Are human brains hardwired to feel others’ pain?
Perhaps one of the most defining characteristics of being human is our empathy or the ability to put ourselves in others’ shoes. With that, a new study is finding that our brains may actually be hardwired to feel pain for those close to us, like a spouse or a friend. Researchers say this is because we closely associate those people with ourselves.
“With familiarity, other people become part of ourselves,” study author James Coan, a psychology professor at the University of Virginia, said in a university news release. “The correlation between self and friend was remarkably similar. The finding shows the brain’s remarkable capacity to model self to others; that people close to us become a part of ourselves, and that is not just metaphor or poetry, it’s very real. Literally we are under threat when a friend is under threat. But not so when a stranger is under threat.”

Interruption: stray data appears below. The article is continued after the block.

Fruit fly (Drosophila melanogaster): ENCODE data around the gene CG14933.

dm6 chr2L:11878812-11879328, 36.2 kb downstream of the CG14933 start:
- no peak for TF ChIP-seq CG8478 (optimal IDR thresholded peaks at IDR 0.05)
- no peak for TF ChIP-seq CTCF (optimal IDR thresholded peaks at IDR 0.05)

Dr. Cheryl Borst, psychologist at Advocate Good Shepherd Hospital in Barrington, Ill., says this is likely because humans need to have friends who they can relate to and see as being the same as themselves.
“If a friend is in pain, it becomes the same as if we are in pain our self,” Dr. Borst says. “As people spend more time together, they become more similar. We can understand the pain or difficulty they may be going through in the same way we understand our own pain.”
Dr. Borst explains it is essentially a breakdown of self and other. In a close relationship, our sense of self eventually comes to include the people we become closest to.
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